The qualitative data will be obtained and subjected to the statistical analysis in order to give more detailed inference. The qualitative data will include both primary and secondary data
According to Hardman, Drew and Egan (2011, p. 23), assistive technology offers an opportunity for the disabled to demonstrate their mastery of skills and achievement of knowledge without unfair and limited restriction because of their disabilities just like their normal peers. Lane & Bundy (2012, p. 45) asserts that assistive technology also encourages the access of those with disability to the assessment programs and to the more challenging programs and courses. Paris (2008, p. 36) conjectures that assistive technology should not alter the learning of the intellectually impaired students. Donders and Hunter (2010, p. 67) asserts that the applicants of this assistive technology should not permit or intend to offer an unfair advantage to those with disabilities over those taking the tests and have standardized conditions.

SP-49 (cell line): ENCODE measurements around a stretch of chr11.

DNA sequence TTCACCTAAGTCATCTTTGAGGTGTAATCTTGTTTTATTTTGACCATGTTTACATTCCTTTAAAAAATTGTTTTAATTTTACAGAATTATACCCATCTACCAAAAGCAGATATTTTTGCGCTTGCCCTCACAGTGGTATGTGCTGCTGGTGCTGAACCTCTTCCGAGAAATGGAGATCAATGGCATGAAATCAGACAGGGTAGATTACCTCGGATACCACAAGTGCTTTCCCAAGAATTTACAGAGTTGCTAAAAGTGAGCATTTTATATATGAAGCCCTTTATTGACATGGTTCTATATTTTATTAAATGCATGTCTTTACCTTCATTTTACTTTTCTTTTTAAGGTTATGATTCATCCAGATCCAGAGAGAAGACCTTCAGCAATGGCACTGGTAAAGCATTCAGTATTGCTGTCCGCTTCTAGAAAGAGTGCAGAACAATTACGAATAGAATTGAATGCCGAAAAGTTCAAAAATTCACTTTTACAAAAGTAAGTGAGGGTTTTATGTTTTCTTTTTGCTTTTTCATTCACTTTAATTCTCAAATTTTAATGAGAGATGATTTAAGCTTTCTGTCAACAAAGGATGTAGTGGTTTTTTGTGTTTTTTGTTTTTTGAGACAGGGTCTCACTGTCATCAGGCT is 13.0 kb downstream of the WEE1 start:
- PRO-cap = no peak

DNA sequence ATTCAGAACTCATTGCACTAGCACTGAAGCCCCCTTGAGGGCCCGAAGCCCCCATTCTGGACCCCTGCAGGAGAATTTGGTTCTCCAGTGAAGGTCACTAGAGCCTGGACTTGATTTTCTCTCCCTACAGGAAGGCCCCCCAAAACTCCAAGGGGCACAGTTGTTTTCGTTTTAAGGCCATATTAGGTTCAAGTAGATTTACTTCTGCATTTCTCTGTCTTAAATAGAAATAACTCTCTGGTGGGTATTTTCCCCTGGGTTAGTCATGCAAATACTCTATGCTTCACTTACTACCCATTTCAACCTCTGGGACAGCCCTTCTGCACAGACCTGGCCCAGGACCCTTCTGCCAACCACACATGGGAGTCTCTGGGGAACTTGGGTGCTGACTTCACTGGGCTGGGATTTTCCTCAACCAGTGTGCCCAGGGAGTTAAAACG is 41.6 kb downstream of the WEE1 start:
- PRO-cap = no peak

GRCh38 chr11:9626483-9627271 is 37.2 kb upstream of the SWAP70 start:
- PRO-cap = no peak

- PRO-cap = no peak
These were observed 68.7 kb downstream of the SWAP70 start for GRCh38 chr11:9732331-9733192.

Turkington and Harris (2006, p. 43) claim that assistive technology should not invalidate results or alter the construct of the learning of the disabled students. The assistive technology should also not substitute the abilities or knowledge that the students have not received. According to Bley, Thornton and Bley (2007, p. 72), assistive technology is significant for students and are for flexibility and changes in method of response, timing, scheduling, method of response, and settings in the administration of the disabled student literacy assessments (Gargiulo and Metcalf 2013, p. 39). This assistive technology should be suitable and meet individual needs of the vulnerable students, used in a fair way, and offered in a given assessment situation. According to Knoff (2006, p. 32), large print or Braille version of test is appropriate for those with severe visual impairment or the blind. The